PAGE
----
NVIDIA’s ShadowPlay Has Arrived: Use that GeForce Card to Record Your Games

Posted on October 28, 2013 9:00 AM by Rob Williams

Sometimes, anticipated products seem to take too long to get here. Other times, there’s no other word to use but “forever”. Where NVIDIA’s ShadowPlay is concerned, “forever” is definitely the right term, because when the company first announced it, GeForce fans all over wanted it – and wanted it right there and then.

ShadowPlay is in effect a Fraps competitor, designed to capture your gameplay more efficiently thanks to offloading some of the work to the GPU. While this is going to impact your FPS a wee bit, NVIDIA feels confident that the actual impact will be minimal, or even non-existent to the human eye (this of course would change if you’re using lower-end hardware).

Like Fraps, ShadowPlay works with every game, and you also have the ability to record gameplay continually in case something cool happens and you’d like to save a video of it. In addition, Twitch.tv support is built right in, and the cost? $0. Quite an eye-catcher given Fraps’ $37 one-time fee, and $59/year for X-Split (which I’ve never used). Unfortunately, but as expected, ShadowPlay requires recent GeForce cards to operate.

NVIDIA GeForce Experience - ShadowPlay

As seen in the above shot, ShadowPlay integrates itself with GeForce Experience, and overall, the applet is stupid simple to use. That has its upsides and downsides; while ShadowPlay is easy to use, it lacks the advanced encoder options that some might like to tweak. Perhaps in time we’ll see those added.

The options that are made available include adjusting the “shadow” recording from 1 – 20 minutes, the quality of the video (Low, Medium, and High), disabling audio, and, if you don’t like the GPU always recording, the ability to turn that off and stick to manual.

Due to being inundated at the moment with other work, I haven’t been able to give ShadowPlay a great test, but do have good initial experiences. I plan to use it every single time I game going forward in order to discover its perks, and potential drawbacks.

Want to give ShadowPlay a go for yourself? Head on over to NVIDIA’s download page, grab GeForce 331.65, and give it a go. And if you do happen to give it a go, please let us know your thoughts below. It’s hard to gauge just how epic a tool is based on a single experience, after all.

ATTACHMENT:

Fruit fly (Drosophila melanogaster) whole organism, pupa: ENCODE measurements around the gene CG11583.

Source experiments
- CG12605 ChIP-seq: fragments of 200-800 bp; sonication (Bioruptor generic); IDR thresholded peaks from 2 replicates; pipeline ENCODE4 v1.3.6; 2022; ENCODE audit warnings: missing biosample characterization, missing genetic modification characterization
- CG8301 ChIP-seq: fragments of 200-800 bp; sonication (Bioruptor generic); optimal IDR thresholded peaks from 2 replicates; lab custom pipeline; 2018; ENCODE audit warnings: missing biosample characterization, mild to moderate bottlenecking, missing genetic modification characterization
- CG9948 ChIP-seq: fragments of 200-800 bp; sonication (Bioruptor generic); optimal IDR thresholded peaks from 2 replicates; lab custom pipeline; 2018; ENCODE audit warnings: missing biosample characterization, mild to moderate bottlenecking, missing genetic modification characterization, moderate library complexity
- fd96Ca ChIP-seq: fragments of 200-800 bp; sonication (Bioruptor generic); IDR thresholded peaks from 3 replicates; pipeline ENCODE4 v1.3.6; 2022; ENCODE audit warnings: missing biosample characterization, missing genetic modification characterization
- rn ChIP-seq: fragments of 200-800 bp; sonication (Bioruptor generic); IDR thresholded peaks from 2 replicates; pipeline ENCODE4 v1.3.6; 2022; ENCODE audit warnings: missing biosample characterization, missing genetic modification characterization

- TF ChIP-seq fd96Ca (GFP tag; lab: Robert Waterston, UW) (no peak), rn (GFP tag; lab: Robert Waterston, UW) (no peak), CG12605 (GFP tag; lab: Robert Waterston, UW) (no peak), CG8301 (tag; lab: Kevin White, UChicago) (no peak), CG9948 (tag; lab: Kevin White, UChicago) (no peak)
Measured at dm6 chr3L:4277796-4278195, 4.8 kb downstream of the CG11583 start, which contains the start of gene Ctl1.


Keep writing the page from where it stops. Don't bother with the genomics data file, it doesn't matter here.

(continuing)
• http://techgage.com/ Rob Williams

    So, I ran ShadowPlay last night for a number of hours while playing Deus Ex: Human Revolution, and I’m beyond impressed with it. I experienced no performance hit at all, despite it constantly recording, and it was always quick to save some footage to the disk whenever I hit Alt + F9. The quality is quite good, and a 7 minute video came out to be 1.11GB.

    I look forward to using this more… so far I am seriously impressed.

  • David Miller

    Shadow play did a good job its working better than fraps and dxtory im get no fps lost on my gtx 770s right now this is good for people with low end cards thanks nvidia

  • Zachary Greenlee

    I have a 650, and for some reason I can’t get it to work with games like minecraft and stuff, though I didn’t really try all that hard XD. I did use it successfully on Path of Exile, and I noticed no fps drops at all, and it was really smooth and the vid quality was fantastic! All and all, considering I wanna record, but don’t have a super beefy PC, I am excited.

  • nicotinic

    Just tried it out… Awesome is really an understatement. I have Fraps and I’ve never used it’s video recording feature.
    This is awesome. Should make some journalist’s/YouTube poster’s video posting a lot easier with Geforce Cards.
    Really nice!

    • http://techgage.com/ Rob Williams

      That’s for sure. I’ve been unable to put more testing in up to this point, but I hope to soon. It seems like a feature that AMD will REALLY want to “borrow”.

  • cpy

    Damn it, i was planning to use it with minecraft windowed mode, i guess i’ll have to wait.

  • Oscar Opiela

    this is bad you basicly need a desktop pc to be able to use it cause of the graphics card requirements, so its useless for gaming laptops

    • http://techgage.com/ Rob Williams

      Mobile GPUs are not as powerful and capable as desktop GPUs, so NVIDIA decided to focus on the desktop at the current time. That said, I’d expect the feature to come to notebooks in time.

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